"Idiot" Klopp's 10-step guide to greatness
JURGEN Klopp took over Liverpool when they were in 10th place in the Premier League. Through maverick decision-making, masterful motivating and tactical dexterity, he's made them England's best.
But it's been a ride. Three cup final losses in two-and-a-half years had many questioning his steel when it mattered, and Pep Guardiola's Manchester City had kept them second-best domestically.
Now Liverpool have been crowned champions for the first time in 30 years, and they're tumbling records along the way.
A squad transformation has played a part, but there is much more behind Klopp's influence at Anfield. Subtle technical changes, attitude shifts and behind-the-scenes genius have made them unstoppable.
Here, we look at Klopp's 10 steps to greatness.
1. CELEBRATING A 2-2 DRAW
How they laughed. Klopp was ridiculed. A 2-2 draw at home to West Brom didn't warrant celebration. One of that's side's players, James McClean, called him "a bit of an idiot".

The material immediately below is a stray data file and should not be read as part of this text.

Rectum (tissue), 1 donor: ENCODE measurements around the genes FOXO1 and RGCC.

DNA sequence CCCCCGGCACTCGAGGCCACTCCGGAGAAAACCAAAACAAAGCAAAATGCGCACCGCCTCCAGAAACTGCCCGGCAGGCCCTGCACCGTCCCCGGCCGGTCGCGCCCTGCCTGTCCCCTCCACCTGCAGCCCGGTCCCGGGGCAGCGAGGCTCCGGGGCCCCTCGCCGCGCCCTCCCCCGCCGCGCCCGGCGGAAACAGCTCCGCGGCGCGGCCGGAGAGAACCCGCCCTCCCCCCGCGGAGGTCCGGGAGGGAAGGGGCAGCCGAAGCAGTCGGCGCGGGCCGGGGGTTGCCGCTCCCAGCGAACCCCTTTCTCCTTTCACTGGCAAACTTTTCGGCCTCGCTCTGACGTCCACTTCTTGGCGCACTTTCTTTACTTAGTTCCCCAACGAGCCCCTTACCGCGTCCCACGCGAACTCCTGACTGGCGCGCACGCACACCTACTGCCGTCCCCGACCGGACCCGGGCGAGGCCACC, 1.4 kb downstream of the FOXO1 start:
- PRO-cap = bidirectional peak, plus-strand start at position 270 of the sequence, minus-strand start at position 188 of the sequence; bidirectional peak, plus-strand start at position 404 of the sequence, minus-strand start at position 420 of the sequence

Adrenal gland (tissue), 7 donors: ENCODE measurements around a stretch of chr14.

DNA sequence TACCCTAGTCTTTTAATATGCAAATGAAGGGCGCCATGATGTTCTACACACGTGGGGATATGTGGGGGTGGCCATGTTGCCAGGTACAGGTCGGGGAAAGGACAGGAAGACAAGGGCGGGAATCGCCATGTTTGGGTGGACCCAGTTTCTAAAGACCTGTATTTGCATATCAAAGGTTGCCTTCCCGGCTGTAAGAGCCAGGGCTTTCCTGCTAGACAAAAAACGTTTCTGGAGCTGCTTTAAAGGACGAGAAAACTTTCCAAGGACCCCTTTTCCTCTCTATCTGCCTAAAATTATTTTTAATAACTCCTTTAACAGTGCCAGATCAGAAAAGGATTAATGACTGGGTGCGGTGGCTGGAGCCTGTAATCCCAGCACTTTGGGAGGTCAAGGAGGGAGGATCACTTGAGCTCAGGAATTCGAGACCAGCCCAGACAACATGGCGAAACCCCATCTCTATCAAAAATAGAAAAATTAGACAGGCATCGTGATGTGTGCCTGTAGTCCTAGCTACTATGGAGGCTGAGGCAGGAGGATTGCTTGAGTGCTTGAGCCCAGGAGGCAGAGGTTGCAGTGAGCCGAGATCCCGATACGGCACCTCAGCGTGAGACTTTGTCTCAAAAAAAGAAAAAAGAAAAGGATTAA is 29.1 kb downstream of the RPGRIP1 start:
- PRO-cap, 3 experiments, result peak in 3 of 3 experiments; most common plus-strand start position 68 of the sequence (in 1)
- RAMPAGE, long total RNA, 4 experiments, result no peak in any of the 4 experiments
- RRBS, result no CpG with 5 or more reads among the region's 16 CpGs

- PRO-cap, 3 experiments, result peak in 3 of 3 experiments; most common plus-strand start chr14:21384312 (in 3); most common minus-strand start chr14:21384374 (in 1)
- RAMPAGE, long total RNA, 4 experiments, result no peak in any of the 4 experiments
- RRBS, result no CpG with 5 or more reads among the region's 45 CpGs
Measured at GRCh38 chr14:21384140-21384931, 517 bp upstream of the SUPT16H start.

But rather than celebrating a point, the new Liverpool manager was making one.
Weeks before, Klopp said he had felt alone during a 2-1 loss to Crystal Palace. Many fans had left at 82 minutes.
But during the draw with West Brom - Divock Origi scored a 95th-minute leveller - Klopp felt the supporters supported.
"Shut out the crowd and focus on your game" is not Klopp.
For a start, that's nigh-on impossible, and he has repeatedly placed importance on the relationship between fan and team.
Klopp criticises when panic sets in, his arms flailing in the air to all four sides of Anfield, and will praise when they're spurred on.
The result is a priceless comeback culture. When Liverpool go a goal down, there's an expectation they will score next, and it emanates from the crowd.
Since the start of the 2018-19 season, Liverpool have conceded back-to-back goals in a Premier League game only twice. In Klopp's first season and a half at the club, this happened 19 times.
"I really wanted from the first day that the people know about their importance," Klopp said of the West Brom celebrations. "In football, people always say it - that supporters are important - but then you don't treat them like that. So you have to make sure it's really a healthy relationship."